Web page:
Obama issued secret licence to help Iran withdraw $5.7bn from Omani bank
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Obama issued secret licence to help Iran withdraw $5.7bn from Omani bank

Obama issued secret licence to help Iran withdraw $5.7bn from Omani bank

The arrangement reportedly came about after Iran complained it was not reaping the benefits of the 2016 nuclear deal


The administration of former US President Barack Obama secretly issued a licence in 2016 to help Iran withdraw $5.7bn held at Oman’s Bank of Muscat, according to reports.

The move was confirmed through an investigation by US Senate Republications released on Wednesday, AP said.

The licence was intended to let Iran sidestep US sanctions for a ‘brief moment’ to convert the funds through an American bank from Omani rials into dollars and then euros.

However, amid repeated assurances to the US Congress that Iran would never gain access to America’s financial system two US banks refused to participate, according to the publication.

“The Obama administration misled the American people and Congress because they were desperate to get a deal with Iran,” Republication senator and investigative panel chair Rob Portman was quoted as saying.

Republications accuse the former administration of being too eager to offer concessions to Tehran after the country was promised access to frozen overseas reserves as part of the 2016 nuclear agreement with world powers.

Gulf states including Saudi Arabia and the UAE expressed concerns at the time that the deal would allow Iran to more effectively spread its influence across the Middle East.

Read: US seeks to pacify GCC states about Iran nuclear deal

Obama administration officials told AP that the decision to grant the licence adhered to the spirit of the deal and suggested the investigation was part of efforts to justify current US President Donald Trump’s decision to withdraw from the Iran agreement last month.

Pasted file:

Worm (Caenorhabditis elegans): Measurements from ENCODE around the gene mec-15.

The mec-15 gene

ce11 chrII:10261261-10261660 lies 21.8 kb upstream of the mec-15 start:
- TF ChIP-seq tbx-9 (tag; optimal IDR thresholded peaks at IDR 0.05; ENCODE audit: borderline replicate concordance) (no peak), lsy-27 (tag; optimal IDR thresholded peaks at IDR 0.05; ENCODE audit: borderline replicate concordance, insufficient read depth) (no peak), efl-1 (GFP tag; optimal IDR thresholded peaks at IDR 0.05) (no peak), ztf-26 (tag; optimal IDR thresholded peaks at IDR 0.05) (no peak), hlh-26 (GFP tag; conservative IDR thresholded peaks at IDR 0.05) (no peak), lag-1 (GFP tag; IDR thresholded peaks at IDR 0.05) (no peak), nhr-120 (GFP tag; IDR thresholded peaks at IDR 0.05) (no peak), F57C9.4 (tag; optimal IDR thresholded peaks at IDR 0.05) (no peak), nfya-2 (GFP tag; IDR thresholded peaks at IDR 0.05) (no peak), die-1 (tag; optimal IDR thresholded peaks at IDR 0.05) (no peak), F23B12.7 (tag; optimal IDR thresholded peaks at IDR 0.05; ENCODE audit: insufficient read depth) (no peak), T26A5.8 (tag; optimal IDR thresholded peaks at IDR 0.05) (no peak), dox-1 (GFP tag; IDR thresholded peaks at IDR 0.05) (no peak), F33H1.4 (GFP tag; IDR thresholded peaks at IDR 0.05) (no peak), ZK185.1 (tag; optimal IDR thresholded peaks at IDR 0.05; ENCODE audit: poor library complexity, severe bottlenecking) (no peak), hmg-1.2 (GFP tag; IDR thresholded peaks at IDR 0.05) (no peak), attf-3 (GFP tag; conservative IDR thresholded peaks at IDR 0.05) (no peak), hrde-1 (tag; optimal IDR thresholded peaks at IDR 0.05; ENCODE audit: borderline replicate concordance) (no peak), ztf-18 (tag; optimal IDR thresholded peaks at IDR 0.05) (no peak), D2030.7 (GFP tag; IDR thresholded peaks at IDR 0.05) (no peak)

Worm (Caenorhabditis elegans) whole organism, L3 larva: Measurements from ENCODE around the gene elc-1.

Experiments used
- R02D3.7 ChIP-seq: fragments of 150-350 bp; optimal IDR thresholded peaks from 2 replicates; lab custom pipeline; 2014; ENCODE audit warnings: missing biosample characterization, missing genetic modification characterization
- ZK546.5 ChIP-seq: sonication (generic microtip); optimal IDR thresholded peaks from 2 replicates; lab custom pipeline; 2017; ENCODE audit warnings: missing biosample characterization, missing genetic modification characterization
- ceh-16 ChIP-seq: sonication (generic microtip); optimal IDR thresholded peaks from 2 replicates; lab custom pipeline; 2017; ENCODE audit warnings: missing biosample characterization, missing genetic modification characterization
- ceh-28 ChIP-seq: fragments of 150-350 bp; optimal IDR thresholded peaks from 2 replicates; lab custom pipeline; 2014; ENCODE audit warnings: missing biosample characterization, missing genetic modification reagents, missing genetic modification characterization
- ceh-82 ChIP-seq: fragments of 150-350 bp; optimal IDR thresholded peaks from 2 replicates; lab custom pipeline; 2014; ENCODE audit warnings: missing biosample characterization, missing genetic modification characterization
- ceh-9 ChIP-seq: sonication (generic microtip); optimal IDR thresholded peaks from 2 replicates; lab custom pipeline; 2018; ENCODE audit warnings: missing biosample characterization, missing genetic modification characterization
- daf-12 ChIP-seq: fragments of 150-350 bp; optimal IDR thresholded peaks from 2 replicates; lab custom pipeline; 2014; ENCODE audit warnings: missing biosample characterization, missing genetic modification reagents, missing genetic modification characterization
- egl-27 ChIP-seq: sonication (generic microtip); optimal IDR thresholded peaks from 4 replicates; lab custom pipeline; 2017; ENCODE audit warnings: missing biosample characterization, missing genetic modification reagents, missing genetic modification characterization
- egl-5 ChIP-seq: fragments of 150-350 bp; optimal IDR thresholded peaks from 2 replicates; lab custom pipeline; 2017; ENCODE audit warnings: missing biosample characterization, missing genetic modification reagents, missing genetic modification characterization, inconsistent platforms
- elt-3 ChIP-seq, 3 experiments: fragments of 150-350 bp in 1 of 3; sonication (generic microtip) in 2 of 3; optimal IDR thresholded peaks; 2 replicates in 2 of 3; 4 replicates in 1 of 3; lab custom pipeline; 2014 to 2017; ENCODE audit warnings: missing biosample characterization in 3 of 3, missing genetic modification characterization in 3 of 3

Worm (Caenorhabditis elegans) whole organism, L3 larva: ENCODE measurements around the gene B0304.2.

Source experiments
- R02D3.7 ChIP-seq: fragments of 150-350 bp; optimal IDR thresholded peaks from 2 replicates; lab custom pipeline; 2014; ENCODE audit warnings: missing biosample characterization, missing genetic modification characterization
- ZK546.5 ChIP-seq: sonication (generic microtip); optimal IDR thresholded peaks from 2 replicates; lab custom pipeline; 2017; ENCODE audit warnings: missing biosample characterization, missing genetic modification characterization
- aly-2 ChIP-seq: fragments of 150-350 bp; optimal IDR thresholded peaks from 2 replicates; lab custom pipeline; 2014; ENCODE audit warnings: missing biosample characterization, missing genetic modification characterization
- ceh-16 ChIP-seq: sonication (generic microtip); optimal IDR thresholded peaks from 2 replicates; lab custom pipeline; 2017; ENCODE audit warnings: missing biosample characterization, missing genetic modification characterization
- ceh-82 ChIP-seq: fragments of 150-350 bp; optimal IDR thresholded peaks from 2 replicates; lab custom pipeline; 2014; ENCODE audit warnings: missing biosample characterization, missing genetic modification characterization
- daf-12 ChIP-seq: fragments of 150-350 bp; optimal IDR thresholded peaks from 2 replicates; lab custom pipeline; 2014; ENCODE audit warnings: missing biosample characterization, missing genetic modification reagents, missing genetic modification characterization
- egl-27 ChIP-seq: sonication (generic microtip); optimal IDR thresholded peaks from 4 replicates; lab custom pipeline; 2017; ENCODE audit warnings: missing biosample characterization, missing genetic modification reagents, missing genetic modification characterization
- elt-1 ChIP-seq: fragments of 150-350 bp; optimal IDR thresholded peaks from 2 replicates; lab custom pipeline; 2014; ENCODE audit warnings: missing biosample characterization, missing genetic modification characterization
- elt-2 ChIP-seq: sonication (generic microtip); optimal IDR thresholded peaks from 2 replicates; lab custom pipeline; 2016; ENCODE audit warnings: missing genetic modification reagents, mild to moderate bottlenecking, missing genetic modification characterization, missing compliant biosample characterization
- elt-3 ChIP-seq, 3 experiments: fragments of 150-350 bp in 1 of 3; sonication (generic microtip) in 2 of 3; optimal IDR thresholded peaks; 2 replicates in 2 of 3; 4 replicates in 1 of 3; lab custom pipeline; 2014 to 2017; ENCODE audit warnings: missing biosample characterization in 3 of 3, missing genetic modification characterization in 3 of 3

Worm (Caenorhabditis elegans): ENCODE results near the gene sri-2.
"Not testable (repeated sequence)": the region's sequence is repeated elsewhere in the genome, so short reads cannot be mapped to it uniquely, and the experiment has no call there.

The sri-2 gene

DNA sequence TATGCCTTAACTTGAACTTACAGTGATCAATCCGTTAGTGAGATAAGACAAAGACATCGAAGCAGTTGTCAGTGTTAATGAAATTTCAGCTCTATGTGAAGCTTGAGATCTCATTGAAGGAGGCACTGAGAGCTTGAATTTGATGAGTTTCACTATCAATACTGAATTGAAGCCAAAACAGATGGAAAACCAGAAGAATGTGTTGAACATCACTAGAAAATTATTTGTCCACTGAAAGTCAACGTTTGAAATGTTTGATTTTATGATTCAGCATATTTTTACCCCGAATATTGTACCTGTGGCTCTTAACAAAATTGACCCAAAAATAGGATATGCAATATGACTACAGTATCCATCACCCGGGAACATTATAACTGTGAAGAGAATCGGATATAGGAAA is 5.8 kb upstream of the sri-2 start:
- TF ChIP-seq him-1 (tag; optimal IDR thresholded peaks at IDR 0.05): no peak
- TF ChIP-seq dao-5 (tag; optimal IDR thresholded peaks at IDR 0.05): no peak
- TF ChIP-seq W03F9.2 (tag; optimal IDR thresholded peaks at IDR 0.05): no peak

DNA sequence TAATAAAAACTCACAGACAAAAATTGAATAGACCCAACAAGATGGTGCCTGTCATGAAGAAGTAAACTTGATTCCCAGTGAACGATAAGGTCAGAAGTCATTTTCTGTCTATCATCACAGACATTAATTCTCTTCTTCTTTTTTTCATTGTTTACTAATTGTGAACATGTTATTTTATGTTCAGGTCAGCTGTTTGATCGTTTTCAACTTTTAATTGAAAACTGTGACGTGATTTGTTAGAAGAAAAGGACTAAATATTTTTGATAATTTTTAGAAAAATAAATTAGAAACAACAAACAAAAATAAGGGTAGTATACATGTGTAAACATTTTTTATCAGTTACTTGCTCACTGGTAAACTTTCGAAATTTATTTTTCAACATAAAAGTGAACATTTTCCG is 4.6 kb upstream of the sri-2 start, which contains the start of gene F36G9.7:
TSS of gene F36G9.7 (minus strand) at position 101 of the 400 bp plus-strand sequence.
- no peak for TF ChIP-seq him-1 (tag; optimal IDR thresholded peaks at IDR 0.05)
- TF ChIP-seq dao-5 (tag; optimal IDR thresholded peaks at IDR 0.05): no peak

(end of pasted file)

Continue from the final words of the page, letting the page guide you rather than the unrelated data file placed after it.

Read: Saudi, UAE, Bahrain support US withdrawal from Iran deal

Iran stored billions of dollars of funds in Omani rials including the $5.7bn at Bank of Muscat.

If the Omani bank had attempted the exchange without the licence it would have been in breach of US sanctions.

As it turned out, two US banks approached to facilitate the transaction both refused citing reputational risk, AP reported. It is believed Iran found other ways to access the money.

Issuing the licence was not illegal but went beyond the Obama administration’s obligations under the nuclear deal and came in contrast to statements at the time promising Iran would not gain access to the US financial system, according to the report.

The Republican investigation also revealed that another general licence for transactions of a certain type provided they did not involve Iranian banks, rials or sanctioned individuals was also drafted by the US Treasury but never issued.

At the time, the Obama administration made assurances to lawmakers that there was no prospect of a general licence being offered to Iran.


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